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One of the biggest factors standing in our way of achieving a goal is our perception of pleasure and pain. Typically, if we are trying to stop a bad habit, we associate that with feelings of pain. For example, say you want to stop smoking – our brains likely jump to the withdrawals, the cravings, and the overall difficulty we will have in doing so.
These thoughts overwhelmingly highlight the negative. Sometimes so much so, that we feel like it’s easier to just keep smoking.
This is an important crossroads where future self can help.
Instead of accentuating the pitfalls, we need to think about the long-term pleasure versus pain.
Let’s go with 10 years from now…
- I enjoy smoking
- It calms me down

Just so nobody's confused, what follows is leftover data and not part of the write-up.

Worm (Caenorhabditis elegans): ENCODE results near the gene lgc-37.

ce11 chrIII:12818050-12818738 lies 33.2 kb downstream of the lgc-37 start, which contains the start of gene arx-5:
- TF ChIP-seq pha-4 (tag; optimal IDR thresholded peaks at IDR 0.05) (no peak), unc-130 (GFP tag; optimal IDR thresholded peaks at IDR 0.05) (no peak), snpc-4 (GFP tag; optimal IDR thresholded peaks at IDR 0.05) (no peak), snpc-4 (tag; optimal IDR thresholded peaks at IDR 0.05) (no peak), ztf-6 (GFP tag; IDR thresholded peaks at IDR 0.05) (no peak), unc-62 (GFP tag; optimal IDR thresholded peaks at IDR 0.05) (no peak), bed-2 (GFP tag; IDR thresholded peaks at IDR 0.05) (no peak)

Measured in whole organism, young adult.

- I feel more in control
- I need the nicotine
- I don’t feel as hungry when I smoke
- I am hurting my body
- I have a hard time breathing
- Exercise is difficult
- I may not be able to keep up with my peers
- I may alienate or disturb my family
- I am spending a lot of money to keep up my habit
- My doctor wants to put me on other medications
- I am getting screened for emphysema/COPD/cancer regularly
Creating a list like this should hopefully put the real-life consequences into perspective. And more importantly, persuade you to realize that long-term, there will be more pain than pleasure.
Pain has been proven as a greater motivator than pleasure. We seek to avoid pain at all costs. Perceived pleasure over a long period of time also tends to decrease. Therefore, it is a win-win situation in the example of smoking cessation.
Persuade yourself to progress.
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